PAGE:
This is a generic mailing to the CEDAR community sent 12 June 2013. Meetings and jobs are listed at http://cedarweb.hao.ucar.edu under 'Community' as 'Calendar of Meetings' and 'CEDAR related opportunities'. CEDAR email messages are under 'Community' as 'CEDAR email Newsletters'. All are in 'Quick Links' on the main page.
(1) JGR papers solicited for the extended solar min by Sep 9 if possible.
From Simon.Wing at jhuapl.edu on 16 June 2013, respond positively to stans at ucar.edu.
We are seeking contributions to a Journal of Geophysical Research (Space Physics) special section described below. A main purpose of this special section is to publish papers derived from the recent Chapman Conference on the Causes and Consequences of the Extended Solar Minimum (4CSEM), but the special section is open to any paper that is relevant to this topic. There is no requirement for a specific connection to the 4CESM meeting.
The special section is essentially an electronic entity, but we are also investigating whether we can also obtain a CD and/or hard copy collection for distribution to authors and others.
The time frame for submissions is July 1 through September 9, 2013. The submission and refereeing process is the same as for any JGR article.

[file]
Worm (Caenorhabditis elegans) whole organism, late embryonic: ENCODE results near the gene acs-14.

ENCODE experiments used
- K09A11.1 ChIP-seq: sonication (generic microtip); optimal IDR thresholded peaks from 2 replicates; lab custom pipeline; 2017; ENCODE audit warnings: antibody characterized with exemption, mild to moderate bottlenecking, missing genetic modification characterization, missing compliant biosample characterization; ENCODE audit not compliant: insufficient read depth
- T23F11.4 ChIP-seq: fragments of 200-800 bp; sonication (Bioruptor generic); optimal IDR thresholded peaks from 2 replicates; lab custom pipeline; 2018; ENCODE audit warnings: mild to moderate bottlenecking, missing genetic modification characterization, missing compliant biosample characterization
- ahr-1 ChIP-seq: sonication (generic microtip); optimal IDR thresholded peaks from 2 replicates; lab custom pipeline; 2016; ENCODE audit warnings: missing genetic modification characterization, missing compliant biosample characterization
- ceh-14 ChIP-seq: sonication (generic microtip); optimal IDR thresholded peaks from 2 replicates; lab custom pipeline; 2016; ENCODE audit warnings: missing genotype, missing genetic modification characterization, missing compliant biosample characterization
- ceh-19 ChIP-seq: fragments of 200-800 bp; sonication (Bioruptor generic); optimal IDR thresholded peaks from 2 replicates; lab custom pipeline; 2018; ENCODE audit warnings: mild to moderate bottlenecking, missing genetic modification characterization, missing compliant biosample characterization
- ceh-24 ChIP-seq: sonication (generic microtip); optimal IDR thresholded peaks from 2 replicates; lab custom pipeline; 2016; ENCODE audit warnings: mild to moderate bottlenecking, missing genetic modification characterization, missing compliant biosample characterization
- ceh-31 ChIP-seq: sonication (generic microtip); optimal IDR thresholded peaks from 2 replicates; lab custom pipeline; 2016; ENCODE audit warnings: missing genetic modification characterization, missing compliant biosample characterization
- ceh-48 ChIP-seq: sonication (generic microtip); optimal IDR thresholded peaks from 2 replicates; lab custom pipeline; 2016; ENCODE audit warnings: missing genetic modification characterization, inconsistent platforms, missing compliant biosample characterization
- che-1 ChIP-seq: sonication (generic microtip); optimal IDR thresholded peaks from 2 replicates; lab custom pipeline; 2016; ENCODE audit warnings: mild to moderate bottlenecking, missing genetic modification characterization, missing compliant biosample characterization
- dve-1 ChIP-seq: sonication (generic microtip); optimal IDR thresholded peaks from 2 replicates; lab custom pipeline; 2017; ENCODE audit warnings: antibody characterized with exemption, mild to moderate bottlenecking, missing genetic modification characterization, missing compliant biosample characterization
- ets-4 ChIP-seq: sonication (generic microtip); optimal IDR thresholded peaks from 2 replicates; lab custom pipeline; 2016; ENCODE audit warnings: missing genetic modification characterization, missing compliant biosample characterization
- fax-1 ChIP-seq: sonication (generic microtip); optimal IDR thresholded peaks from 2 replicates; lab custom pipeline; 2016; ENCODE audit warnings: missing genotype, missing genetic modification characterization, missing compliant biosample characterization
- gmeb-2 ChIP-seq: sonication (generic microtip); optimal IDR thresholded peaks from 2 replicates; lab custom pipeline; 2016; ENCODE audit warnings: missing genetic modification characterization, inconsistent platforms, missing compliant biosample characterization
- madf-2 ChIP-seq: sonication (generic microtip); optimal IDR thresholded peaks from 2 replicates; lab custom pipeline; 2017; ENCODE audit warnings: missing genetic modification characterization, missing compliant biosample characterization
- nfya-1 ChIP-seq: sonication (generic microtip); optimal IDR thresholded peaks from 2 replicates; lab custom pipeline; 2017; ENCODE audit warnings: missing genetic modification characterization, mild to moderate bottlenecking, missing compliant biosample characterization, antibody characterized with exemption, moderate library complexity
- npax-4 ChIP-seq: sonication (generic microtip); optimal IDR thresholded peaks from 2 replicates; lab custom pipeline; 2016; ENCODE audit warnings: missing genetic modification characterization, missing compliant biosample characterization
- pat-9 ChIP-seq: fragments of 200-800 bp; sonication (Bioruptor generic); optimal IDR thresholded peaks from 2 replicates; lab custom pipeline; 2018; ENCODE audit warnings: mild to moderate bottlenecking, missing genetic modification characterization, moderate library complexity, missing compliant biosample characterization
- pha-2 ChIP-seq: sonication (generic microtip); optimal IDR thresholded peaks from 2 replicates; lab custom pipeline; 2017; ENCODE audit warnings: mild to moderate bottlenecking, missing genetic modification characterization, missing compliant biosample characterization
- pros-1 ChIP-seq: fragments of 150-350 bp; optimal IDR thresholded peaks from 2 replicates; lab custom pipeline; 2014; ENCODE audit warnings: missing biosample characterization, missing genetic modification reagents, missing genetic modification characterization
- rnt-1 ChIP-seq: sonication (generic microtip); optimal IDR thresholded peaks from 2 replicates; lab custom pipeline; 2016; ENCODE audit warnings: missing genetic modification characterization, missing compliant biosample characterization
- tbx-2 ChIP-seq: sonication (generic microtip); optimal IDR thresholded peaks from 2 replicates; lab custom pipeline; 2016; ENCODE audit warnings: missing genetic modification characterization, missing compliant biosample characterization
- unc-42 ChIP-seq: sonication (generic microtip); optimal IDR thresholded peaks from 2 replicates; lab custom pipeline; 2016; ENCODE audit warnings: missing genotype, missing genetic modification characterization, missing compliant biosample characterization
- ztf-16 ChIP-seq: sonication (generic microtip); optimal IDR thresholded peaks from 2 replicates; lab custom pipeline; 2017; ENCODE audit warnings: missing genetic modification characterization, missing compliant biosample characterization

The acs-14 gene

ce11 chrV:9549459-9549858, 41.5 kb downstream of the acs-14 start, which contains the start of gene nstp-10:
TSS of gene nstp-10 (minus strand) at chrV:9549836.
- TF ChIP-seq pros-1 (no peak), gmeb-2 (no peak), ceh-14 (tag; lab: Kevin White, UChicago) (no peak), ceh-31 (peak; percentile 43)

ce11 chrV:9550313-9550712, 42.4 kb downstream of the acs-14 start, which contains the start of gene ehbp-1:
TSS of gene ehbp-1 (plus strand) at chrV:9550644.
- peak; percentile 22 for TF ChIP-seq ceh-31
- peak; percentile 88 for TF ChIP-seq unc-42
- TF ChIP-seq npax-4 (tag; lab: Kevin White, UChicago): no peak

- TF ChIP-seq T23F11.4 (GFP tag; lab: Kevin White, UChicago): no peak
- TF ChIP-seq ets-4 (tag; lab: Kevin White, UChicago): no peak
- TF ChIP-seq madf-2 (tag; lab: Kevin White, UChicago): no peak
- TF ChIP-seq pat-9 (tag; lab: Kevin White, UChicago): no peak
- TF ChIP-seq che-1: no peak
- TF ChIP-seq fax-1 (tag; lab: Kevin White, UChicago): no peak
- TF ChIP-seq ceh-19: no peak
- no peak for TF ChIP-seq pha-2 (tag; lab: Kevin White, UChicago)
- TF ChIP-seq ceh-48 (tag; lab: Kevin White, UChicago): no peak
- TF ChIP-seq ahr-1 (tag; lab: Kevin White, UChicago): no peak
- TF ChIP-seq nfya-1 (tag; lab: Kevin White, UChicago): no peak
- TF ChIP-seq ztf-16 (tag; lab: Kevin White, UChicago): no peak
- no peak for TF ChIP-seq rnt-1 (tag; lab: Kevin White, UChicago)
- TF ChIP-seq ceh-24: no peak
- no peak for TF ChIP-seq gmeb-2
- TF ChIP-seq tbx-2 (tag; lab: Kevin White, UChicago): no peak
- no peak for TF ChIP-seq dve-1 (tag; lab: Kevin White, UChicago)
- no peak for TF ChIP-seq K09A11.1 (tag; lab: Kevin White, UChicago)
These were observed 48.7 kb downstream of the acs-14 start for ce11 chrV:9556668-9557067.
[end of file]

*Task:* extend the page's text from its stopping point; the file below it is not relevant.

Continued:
If you anticipate that you will, please send an email to email@example.com with a working title or subject, and an estimate of the likelihood that you will get your paper in by the Sept. 9 deadline (certain, probable, or possible). This is not a commitment; the purpose is to supply JGR with an estimate of the number of papers to be expected.
The Guest Editors: Alexis Rouillard, Stan Solomon, Simon Wing
Description of papers for this special issue of JGR:
The period of low solar activity between solar cycles 23 and 24, that occurred from 2007 through 2009, was as long and as quiet as any on record since the beginning of space flight, and likely in over a century. The overarching challenge for solar physics is to explain why this happened, how unusual it was, and what the ramifications are for solar activity and the strength of the solar cycle on longer time scales. The unusual conditions provide a unique opportunity to assess the nature and structure of a very quiet Sun, and an upper atmosphere of the Earth relatively devoid of solar influences, which has helped to advance understanding of the role of solar activity in the dynamics and variability of the Earth¹s upper atmosphere and ionosphere. This special issue of the Journal of Geophysical Research solicits research papers that analyze the physical causes and consequences of this solar minimum at the Sun, the heliosphere and in the near-Earth space environment. The special issue will be organized in the same format as the Chapman conference on which it was based. The first section of the special issue will treat the magnetic field inside the Sun, and its influence on the corona and heliosphere. The second section will discuss the electromagnetic radiation output of the Sun, and its effect on the ionosphere-thermosphere system. The third section will describe the plasma output of the Sun from the corona and heliosphere to the magnetosphere-ionosphere system.